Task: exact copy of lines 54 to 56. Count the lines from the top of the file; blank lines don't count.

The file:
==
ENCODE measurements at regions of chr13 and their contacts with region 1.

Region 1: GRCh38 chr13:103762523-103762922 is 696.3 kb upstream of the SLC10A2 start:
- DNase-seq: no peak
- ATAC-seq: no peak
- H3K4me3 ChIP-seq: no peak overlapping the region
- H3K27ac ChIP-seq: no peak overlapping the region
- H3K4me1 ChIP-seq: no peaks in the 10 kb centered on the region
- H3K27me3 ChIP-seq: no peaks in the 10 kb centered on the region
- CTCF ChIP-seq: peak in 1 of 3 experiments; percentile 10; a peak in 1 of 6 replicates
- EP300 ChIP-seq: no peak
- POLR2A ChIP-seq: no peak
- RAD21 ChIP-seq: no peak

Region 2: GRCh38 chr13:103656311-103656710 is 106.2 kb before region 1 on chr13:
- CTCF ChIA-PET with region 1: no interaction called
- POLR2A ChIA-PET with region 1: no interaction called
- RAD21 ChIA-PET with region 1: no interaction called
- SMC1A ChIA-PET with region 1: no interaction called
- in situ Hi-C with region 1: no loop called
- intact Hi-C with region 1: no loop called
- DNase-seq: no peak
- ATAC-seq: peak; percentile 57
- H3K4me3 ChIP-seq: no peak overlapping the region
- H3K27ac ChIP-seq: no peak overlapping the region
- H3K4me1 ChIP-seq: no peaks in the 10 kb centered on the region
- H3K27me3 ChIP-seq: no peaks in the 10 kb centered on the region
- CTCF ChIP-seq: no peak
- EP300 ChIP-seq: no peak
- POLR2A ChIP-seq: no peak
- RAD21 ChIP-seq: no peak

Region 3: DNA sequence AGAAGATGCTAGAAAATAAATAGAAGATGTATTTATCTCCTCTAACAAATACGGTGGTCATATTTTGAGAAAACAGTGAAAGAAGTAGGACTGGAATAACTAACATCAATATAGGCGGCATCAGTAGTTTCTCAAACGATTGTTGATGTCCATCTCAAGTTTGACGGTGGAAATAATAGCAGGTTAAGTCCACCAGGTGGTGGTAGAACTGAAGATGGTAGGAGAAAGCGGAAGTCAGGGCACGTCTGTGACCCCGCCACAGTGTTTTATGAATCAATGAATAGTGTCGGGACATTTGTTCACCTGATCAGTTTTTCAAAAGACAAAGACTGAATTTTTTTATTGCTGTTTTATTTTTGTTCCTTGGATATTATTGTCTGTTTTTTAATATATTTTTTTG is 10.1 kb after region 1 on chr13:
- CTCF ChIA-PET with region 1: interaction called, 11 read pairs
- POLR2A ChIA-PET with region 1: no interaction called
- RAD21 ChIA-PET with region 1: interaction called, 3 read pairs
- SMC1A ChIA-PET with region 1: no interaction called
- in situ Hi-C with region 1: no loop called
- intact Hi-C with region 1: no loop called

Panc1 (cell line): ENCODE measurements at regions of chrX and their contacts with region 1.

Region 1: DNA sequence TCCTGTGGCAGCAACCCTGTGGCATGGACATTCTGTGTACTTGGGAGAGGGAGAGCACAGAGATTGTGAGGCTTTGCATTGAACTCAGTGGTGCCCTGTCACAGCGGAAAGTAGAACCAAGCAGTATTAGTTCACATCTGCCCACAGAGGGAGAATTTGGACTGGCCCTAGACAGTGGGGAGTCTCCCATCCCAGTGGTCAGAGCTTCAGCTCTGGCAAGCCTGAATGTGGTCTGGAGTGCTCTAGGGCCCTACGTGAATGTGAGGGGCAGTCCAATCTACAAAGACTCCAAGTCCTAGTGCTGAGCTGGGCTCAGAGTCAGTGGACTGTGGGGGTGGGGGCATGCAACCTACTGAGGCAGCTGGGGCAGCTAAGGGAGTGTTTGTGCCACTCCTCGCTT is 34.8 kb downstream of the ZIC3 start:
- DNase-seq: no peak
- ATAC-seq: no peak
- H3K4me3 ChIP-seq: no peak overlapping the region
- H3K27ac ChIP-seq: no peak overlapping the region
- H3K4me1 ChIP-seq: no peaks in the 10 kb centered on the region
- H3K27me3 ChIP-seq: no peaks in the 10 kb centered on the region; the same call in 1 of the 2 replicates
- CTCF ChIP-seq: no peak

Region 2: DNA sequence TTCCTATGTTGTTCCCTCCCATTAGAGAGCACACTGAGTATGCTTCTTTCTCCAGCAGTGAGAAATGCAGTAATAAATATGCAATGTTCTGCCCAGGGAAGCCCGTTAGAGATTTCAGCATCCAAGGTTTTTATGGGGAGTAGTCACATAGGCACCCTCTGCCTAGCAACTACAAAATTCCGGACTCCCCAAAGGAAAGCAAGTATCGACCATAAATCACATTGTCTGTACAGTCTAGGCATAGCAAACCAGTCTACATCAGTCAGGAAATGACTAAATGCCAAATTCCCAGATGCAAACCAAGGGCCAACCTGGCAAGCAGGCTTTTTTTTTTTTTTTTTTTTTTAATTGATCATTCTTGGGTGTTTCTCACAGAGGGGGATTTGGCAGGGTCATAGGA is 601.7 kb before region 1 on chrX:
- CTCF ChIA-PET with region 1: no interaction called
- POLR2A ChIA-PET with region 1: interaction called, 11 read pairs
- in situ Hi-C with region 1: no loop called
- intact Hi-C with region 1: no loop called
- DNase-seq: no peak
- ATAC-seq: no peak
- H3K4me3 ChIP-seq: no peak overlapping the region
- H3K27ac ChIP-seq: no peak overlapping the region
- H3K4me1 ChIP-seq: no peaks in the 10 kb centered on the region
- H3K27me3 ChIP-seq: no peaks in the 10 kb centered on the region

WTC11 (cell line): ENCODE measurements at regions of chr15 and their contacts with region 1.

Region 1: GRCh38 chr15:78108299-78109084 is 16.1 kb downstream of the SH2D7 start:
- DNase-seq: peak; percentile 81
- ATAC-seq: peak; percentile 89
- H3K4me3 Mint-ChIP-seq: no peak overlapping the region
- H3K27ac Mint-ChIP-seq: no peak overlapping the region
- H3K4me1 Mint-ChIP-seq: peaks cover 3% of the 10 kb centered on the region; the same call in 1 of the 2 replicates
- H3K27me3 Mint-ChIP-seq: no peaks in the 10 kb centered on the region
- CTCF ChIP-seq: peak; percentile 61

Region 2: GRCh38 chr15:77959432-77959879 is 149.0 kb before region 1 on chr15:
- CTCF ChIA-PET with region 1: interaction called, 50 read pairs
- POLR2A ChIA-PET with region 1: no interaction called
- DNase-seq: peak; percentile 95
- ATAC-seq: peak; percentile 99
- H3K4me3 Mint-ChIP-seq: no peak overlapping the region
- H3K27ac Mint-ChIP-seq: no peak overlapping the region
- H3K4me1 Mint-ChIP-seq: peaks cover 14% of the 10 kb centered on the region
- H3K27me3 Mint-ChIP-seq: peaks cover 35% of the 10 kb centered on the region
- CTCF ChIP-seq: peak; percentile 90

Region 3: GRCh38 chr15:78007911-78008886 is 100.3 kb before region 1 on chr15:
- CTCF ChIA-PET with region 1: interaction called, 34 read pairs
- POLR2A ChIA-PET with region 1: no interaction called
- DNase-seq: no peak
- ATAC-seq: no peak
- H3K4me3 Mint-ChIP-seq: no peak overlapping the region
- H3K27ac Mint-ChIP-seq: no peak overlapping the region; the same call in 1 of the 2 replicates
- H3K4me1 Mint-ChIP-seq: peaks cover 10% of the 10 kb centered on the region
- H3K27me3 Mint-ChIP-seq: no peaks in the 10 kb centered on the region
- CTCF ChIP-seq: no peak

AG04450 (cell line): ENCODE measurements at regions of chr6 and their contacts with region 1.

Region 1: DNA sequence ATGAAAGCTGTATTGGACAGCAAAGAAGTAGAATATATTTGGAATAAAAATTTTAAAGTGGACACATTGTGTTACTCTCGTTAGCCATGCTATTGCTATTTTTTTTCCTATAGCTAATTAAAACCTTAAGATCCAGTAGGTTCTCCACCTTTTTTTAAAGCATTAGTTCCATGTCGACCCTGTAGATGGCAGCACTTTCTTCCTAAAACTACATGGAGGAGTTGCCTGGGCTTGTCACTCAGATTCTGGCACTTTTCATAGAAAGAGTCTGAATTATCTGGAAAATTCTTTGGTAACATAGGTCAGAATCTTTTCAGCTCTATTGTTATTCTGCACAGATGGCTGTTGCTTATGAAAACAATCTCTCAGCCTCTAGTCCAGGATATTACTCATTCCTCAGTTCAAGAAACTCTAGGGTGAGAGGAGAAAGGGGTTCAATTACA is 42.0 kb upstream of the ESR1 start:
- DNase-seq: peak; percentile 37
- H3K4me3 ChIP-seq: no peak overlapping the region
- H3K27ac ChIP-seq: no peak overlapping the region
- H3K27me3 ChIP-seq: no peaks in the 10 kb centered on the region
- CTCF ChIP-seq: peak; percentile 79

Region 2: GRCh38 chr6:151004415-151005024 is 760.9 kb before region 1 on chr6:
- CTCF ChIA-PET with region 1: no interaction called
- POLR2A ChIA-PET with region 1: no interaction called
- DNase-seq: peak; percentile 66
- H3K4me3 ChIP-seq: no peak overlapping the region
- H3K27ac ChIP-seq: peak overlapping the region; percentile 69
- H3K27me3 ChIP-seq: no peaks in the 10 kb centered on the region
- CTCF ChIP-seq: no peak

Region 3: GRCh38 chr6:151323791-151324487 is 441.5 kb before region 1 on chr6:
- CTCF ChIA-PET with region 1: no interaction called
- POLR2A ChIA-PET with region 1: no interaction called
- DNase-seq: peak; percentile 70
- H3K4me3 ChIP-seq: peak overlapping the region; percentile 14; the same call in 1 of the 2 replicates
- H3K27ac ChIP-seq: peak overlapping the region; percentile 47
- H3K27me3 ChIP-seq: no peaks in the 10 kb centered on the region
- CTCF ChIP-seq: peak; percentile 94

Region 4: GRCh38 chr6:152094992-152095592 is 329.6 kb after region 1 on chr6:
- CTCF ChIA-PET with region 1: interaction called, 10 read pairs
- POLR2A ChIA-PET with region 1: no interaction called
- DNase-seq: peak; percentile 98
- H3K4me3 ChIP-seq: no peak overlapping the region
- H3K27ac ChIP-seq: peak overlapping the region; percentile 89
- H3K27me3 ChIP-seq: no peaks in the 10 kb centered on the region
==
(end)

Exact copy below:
- H3K27ac ChIP-seq: no peak overlapping the region
- H3K4me1 ChIP-seq: no peaks in the 10 kb centered on the region
- H3K27me3 ChIP-seq: no peaks in the 10 kb centered on the region